Even outside of the concept, Wallsocket works incredibly well, and a big part of why is because of underscores’ incredible gift as a composer and a producer. She’s why a haunting soundscape like Horror movie soundtrack can work next to a glitchy banger like Old money bitch; she’s what makes the chilling and sparse You don’t even know who I am feel at home on the same record as the maximalist Cops and robbers. She’s in a league of her own, and Wallsocket is the crown jewel of her career so far. ~ AC


Softscars - Yeule

My choice of Album of the Year feels immensely like I’m playing it safe: Glitch Princess, Yeule’s sophomore album, was also one of my favourite albums of 2022. But, who am I to ignore a monumental slay?

The title of the album suggests somewhat of a contrast: Scar tissue, on the surface, tends to feel tough and hard. The contrast between hard and soft, and even the tenderness hidden underneath a tough exterior, is audible throughout the album. Distorted guitars are layered against twinkling arpeggiated synthesisers, and intimate lyricism is paired with heavy instrumentals. It feels like an apt reflection of trauma, which is one of the subjects of the album.

Each song on the album represents an individual scar, reflecting both the trauma itself and the protective layer around it. Because of this, these songs narrate and excavate the past, bringing Nat Ćmiel’s inner child right to the songs’ forefront. The album musically toys with the past also by frequently evoking 90s alt-rock, particularly on tracks such as x w x and sulky baby - but never without a glimmer of Yeule’s signature take on futurism.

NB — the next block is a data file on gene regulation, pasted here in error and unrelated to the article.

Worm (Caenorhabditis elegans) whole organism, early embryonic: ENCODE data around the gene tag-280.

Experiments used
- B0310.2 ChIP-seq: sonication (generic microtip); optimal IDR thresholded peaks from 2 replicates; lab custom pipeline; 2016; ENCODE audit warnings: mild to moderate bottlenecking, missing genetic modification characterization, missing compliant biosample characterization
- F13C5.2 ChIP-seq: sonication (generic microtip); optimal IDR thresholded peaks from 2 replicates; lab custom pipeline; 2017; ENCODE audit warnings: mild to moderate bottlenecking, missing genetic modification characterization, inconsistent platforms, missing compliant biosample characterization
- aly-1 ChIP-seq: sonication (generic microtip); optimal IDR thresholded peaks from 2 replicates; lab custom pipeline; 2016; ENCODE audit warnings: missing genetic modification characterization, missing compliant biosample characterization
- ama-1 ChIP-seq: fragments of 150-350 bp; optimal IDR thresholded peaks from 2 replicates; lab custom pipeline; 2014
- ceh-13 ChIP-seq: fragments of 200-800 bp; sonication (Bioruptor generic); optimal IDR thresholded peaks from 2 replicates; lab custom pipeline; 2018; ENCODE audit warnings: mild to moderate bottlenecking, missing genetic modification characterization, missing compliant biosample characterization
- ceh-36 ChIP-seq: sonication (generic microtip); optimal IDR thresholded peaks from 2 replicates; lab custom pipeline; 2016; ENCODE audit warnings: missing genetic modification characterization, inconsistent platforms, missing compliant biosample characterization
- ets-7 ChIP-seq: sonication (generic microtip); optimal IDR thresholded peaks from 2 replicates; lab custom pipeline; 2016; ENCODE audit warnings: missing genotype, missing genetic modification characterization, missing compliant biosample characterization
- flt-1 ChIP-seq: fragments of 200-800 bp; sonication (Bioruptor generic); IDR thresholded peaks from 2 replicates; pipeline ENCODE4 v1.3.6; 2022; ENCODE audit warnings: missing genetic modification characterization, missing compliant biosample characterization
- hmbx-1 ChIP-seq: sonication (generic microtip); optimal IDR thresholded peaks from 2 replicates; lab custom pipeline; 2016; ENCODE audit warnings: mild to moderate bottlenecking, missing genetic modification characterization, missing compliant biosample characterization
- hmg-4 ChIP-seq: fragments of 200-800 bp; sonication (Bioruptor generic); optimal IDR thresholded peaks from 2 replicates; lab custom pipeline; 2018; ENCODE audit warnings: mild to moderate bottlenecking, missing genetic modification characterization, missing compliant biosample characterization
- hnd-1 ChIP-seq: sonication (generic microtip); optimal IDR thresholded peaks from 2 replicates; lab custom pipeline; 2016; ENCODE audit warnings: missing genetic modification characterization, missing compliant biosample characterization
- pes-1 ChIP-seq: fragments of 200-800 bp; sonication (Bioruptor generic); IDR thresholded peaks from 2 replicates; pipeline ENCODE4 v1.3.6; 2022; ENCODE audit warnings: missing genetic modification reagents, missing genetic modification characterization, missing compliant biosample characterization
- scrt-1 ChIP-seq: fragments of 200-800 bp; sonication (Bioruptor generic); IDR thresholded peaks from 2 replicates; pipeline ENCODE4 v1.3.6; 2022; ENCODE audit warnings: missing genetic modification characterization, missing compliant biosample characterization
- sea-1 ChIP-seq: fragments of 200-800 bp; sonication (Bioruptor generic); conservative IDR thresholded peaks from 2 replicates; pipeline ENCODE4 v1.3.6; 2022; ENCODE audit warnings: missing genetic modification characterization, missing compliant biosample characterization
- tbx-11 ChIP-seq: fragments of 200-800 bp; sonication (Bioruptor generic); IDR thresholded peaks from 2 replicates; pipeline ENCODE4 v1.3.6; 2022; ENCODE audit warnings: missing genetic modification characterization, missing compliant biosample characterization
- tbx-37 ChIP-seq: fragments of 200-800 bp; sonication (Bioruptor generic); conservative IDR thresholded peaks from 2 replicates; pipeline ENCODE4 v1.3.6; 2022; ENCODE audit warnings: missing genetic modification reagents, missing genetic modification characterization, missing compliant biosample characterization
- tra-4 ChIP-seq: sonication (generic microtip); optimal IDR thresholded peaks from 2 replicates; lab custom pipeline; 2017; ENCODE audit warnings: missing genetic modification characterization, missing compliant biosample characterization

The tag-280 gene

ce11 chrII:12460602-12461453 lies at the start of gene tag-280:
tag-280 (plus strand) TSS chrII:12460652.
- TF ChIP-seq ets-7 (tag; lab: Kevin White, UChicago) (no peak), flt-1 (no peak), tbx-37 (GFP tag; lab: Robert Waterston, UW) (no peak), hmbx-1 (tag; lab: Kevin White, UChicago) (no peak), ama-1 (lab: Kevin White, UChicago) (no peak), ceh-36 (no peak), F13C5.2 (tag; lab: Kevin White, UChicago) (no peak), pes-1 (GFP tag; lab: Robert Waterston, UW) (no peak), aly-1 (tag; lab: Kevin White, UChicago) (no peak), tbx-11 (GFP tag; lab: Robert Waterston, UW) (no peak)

Every Yeule release reflects their artistic development so clearly, without ever feeling like we’re listening to a work-in-progress. Whether Softscars is at all reflective of the direction that Yeule is moving in as an artist or not, I’m excited to see what comes next - once I’ve finished basking in Softscars’ reverberant sonic world, that is. ~ Toni Oisin H.C.


Honourable Mentions


  • 10,000 gecs - 100 gecs: If Red Bull was an album.

  • This is Why - Paramore: Paramore’s most actualised work, even if it does sort of sound like someone in their 30's yelling at the telly (which they are, so it’s fine).

  • Her Mind - Urias: Take me to the club please, I want to be sexy with this album in the club.


  • like dying stars, we’re reaching out - runnner: This broke my heart and patched it up in the span of half an hour. My favourite new discovery of the year.